Evidently, a state governmental agency here in Minnesota has come up with a study that "proves" that taxes--state and local--here are slightly regressive, meaning that as one's income increases, the proportion that one pays in state and local taxes goes down as expressed as a percentage.
The saddest thing about this is that conservatives often implicitly accept the logic that regressive taxes are bad by arguing that the tax code is progressive when one includes federal taxation. The data hold, but the argument misses a vital point; there is nothing inherently unjust about a tax that happens to be regressive.
If you doubt this, look at a quick look of regressive taxes; gasoline, cigarettes, liquor, sales, property, and so on. Imagine, for example, what would happen if a repeal of the taxes on cigarettes and alcohol was proposed. Wouldn't it help the poor, who smoke and drink more than the rich, if these onerous taxes were repealed?
Of course not. We know that it's a bad thing to smoke or drink too much, and that supply and demand dictates that as costs rise, demand falls. Hence, dropping taxes on these items would actually hurt those it was designed to help.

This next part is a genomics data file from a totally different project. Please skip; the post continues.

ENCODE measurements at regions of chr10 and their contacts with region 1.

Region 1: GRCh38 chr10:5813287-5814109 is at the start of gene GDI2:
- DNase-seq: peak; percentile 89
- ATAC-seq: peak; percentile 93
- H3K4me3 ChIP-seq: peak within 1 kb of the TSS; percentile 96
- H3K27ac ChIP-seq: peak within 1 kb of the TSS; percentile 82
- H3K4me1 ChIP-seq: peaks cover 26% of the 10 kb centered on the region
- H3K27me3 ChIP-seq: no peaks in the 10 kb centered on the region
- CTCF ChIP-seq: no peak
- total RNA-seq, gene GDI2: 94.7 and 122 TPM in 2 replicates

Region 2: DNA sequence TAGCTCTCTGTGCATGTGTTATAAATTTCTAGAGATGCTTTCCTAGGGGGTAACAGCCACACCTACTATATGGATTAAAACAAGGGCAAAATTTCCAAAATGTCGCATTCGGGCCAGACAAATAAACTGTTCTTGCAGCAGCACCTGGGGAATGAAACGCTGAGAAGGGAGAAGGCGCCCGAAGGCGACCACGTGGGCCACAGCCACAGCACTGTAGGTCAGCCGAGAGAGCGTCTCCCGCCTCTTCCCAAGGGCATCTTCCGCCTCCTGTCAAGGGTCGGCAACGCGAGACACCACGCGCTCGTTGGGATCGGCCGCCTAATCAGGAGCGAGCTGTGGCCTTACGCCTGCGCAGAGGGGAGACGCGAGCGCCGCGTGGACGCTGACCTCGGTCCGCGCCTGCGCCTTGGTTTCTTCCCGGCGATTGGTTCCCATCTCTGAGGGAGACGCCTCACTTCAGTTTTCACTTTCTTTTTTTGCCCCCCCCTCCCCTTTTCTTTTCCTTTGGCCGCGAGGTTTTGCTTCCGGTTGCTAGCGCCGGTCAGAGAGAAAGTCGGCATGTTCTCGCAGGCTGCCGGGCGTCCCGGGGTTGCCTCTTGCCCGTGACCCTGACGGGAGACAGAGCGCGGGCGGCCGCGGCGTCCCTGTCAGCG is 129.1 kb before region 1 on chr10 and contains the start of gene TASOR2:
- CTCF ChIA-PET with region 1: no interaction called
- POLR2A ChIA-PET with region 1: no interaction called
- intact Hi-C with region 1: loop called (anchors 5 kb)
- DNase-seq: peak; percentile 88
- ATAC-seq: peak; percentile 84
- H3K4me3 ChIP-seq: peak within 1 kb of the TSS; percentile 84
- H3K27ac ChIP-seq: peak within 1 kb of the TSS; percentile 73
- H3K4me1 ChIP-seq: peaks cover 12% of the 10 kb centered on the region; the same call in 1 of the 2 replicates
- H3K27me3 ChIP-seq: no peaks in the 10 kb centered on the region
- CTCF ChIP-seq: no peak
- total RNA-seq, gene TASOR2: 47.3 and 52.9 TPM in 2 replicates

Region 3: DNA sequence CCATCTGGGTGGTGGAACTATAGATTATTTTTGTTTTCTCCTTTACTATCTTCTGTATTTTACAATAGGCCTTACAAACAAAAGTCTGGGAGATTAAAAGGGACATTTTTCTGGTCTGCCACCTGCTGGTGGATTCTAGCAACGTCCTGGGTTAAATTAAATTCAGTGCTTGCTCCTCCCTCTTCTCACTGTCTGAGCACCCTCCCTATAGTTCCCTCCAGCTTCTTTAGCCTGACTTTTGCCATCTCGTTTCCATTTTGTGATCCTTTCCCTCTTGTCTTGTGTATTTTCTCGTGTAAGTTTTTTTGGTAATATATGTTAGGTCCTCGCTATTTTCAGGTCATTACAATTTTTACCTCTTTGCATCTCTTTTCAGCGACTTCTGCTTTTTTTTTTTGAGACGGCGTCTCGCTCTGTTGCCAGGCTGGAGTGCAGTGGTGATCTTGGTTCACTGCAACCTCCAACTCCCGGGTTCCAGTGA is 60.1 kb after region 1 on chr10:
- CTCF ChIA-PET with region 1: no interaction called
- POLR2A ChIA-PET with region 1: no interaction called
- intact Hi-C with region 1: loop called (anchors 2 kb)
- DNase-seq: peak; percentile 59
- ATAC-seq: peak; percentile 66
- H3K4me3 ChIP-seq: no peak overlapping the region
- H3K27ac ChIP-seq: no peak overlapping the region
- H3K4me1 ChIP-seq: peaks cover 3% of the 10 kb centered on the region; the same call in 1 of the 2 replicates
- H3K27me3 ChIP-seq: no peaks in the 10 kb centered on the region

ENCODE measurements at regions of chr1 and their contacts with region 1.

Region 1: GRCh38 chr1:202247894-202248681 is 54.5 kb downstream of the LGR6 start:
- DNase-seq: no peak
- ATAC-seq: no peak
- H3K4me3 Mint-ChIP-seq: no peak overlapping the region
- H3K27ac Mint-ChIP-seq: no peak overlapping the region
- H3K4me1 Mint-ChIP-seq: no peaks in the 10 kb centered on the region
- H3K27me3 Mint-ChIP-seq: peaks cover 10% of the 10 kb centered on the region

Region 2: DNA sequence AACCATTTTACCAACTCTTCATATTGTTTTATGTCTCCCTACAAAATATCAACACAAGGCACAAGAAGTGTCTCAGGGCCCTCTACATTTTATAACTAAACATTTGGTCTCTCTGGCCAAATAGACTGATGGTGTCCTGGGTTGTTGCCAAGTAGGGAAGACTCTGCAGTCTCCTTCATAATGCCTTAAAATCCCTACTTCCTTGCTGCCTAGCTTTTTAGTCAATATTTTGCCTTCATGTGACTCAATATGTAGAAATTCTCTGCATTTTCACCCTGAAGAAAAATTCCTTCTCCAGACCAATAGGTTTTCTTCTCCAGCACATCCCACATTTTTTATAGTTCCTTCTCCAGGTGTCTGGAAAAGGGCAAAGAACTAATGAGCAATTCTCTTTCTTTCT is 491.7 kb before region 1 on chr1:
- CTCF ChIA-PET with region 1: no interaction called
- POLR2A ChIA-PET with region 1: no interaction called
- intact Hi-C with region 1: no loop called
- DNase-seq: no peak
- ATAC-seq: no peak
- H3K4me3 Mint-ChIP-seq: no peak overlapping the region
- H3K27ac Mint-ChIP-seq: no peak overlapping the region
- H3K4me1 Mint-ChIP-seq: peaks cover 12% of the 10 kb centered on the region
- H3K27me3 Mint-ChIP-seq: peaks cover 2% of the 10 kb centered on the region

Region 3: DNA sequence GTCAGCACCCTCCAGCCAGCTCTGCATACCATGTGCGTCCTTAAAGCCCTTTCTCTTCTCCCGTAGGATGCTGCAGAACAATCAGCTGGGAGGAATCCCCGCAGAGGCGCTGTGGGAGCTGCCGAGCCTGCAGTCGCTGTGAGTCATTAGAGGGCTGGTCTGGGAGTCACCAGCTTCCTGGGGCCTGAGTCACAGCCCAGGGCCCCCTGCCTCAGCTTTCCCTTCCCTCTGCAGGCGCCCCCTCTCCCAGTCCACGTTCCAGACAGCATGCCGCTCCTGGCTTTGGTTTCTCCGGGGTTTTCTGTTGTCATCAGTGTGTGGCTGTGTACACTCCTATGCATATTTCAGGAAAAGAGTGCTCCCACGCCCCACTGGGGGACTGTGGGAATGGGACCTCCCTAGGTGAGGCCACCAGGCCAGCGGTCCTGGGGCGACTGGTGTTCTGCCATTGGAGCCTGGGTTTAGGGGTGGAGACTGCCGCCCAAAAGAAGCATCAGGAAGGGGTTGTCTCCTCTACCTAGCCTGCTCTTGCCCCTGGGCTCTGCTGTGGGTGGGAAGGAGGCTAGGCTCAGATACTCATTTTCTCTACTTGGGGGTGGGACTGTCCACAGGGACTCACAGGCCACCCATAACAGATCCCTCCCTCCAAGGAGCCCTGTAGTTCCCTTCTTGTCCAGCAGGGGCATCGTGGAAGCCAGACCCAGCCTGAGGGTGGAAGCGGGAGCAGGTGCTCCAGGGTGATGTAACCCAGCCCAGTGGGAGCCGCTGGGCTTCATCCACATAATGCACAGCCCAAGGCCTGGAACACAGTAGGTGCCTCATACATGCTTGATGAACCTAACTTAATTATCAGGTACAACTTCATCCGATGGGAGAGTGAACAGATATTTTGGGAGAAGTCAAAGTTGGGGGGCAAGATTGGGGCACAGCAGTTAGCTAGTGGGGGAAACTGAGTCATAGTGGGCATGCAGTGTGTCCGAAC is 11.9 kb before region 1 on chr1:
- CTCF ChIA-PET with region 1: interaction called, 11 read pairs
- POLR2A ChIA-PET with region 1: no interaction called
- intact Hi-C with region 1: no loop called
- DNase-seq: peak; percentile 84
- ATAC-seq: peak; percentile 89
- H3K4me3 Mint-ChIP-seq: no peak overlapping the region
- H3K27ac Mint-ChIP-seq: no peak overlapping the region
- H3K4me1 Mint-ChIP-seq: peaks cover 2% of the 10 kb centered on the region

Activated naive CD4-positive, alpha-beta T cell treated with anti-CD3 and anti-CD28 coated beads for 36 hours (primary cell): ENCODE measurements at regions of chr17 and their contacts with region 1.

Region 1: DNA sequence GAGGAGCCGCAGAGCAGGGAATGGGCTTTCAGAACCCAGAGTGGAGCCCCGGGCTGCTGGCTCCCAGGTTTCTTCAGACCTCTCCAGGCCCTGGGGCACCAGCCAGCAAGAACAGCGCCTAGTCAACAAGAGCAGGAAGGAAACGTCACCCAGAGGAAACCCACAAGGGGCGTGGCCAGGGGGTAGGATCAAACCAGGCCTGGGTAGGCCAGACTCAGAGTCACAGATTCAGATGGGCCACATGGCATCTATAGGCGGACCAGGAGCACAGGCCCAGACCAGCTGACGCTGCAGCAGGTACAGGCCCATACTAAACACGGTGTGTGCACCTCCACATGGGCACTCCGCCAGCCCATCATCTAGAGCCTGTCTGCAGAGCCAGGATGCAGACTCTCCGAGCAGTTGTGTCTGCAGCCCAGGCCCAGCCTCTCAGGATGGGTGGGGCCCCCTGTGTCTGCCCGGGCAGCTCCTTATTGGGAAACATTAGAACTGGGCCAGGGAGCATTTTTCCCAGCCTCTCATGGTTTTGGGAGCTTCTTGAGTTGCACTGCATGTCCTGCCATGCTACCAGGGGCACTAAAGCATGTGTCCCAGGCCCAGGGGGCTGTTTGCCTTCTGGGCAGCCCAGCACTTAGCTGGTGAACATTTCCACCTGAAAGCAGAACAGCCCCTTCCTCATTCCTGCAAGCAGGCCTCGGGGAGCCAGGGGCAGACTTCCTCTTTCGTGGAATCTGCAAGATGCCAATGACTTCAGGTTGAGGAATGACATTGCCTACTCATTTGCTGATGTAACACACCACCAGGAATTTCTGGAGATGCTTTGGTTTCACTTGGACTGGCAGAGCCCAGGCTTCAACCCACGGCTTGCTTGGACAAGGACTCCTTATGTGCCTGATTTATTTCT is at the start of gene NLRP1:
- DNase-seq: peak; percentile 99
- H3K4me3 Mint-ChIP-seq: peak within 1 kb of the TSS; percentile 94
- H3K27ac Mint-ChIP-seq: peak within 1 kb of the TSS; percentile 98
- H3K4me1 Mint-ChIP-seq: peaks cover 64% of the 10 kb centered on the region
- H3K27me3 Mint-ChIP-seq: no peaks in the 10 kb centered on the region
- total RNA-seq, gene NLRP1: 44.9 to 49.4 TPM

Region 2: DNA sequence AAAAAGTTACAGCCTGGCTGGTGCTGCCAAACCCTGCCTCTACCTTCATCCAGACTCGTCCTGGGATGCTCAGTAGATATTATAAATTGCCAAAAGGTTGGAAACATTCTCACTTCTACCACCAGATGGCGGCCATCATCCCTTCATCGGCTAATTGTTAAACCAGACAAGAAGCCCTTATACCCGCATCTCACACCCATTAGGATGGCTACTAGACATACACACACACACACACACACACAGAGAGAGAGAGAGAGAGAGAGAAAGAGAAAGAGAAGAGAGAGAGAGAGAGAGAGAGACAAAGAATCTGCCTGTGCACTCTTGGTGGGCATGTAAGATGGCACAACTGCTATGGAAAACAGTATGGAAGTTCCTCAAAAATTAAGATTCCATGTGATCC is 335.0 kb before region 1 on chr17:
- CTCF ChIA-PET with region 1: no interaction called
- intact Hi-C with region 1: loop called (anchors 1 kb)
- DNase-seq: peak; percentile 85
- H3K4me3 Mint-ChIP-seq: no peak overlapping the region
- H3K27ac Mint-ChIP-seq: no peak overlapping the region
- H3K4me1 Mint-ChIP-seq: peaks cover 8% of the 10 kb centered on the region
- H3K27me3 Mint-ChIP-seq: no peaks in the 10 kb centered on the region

So we know from experience that a just tax ought to be unintrusive (no tax collector needlessly going through your records), efficient, and it ought to promote intelligent economic decisions--working, saving, sobriety, etc..
In other words, the most unjust tax of all is one that is very intrusive, very expensive to collect, and promotes foolish economic decisions. It also happens to be the one progressive tax we have; the income tax.
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